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    Quote Originally Posted by gn7 View Post
    Yes it is a Nascar approved track car carb. But doesn't mean its will not work on a BBC. Little small, for a 509, but the actual flow difference between it and a stock 4781 850 is nil. In fact, the Dortan 830 may out flow the 4781. If the engine doesn't rev that high, its may be fine.
    You gave up awful easy. The stock jetting for the thing is 84 square and a 6.5 PV in the SECONDARY! You went up 2 jet sizes?

    I actually went up 6 jet sizes, first to 84's, then to 86's. The carb had 80's in the primary's when I got it from the carb guy. I did give up quick, but I was running out of time on the Dyno.


    The set up Holley is considerabley richer than the what the carb gave you. In fact carb guy would be leaner than stock almost across the board.

    I'm questioning his credibility, as his resolution was to put larger Main AB's in to richen it up. Everything I gathered so far say's that a larger bleed, results in a leaner AF mixture, not richer as fastmarlene mentioned.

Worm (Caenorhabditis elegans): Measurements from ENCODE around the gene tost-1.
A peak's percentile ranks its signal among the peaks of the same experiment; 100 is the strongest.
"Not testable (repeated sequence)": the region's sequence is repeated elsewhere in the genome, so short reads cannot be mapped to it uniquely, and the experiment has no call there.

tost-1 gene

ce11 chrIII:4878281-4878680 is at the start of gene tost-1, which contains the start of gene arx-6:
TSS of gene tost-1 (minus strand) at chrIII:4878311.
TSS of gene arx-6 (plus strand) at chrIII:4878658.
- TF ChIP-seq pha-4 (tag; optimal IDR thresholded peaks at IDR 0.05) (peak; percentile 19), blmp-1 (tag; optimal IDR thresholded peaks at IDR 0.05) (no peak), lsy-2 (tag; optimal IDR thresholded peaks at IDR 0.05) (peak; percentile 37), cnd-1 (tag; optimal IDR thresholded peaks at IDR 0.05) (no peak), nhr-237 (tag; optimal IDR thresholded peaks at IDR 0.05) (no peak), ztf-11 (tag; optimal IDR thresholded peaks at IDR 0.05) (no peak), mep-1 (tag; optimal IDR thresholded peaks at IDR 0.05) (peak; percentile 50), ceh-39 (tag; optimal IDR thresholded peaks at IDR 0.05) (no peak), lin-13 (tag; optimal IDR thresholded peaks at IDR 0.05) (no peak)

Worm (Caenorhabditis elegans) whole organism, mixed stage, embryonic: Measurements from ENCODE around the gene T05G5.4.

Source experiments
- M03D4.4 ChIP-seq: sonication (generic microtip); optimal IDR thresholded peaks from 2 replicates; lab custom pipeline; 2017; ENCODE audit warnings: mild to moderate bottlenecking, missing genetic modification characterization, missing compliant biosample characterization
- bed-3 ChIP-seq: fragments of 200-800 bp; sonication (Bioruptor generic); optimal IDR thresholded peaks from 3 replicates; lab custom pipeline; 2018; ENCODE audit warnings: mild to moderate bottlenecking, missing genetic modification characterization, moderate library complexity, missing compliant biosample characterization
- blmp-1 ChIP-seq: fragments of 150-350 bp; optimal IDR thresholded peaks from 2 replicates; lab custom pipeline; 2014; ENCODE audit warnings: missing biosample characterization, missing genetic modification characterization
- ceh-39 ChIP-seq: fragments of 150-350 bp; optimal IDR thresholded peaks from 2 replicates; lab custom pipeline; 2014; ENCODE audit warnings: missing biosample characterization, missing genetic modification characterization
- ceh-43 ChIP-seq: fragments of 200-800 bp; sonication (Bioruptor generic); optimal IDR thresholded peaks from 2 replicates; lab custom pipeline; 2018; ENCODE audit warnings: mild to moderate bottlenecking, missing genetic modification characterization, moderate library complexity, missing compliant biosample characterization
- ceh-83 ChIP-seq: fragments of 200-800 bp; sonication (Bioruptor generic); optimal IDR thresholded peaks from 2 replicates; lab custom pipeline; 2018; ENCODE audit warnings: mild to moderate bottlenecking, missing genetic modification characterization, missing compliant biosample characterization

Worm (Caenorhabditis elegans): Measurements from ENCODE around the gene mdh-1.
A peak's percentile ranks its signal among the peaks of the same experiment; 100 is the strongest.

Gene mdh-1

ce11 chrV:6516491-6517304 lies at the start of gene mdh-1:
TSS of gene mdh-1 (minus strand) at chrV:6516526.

Go with what Holley gave you. Its considerably richer than the stock setup. I bet you don't have to do much but adjust the main jets a size or 2 one way or the other. Once you get it working, you may be able to dump the secondary PV and jet up 4-6 size.

    No one told the carb it is going in a boat, and it didn't know that on the dyno. And it doesn't much care what size the engine is, it only cares about the amount of air moving thru it. Surprised it is lean at all. Usually when a carb is set up for a smaller engine they have a tendency to run a little rich because of the stronger booster signal.

    Is this a 80509 down leg carb, or a 80511 annular booster
    It's actually a 80785. The guy I spoke to at Holley said this carb was discontinued some time ago and is not even listed on their site. It looks exacly like the 80509 with the down leg boosters. main body say's 4150 HP series, list 80785.. several other numbers, but I don't know what the hell they mean..
    I'd agree with you, but then we would both be wrong
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    Quote Originally Posted by gn7 View Post
    Surprised it is lean at all. Usually when a carb is set up for a smaller engine they have a tendency to run a little rich because of the stronger booster signal.
    Yes, more air thru the boosters does pull more fuel, but be careful with that. Look at same manufacturer and cfm carb installed on mild small block vs mild big block.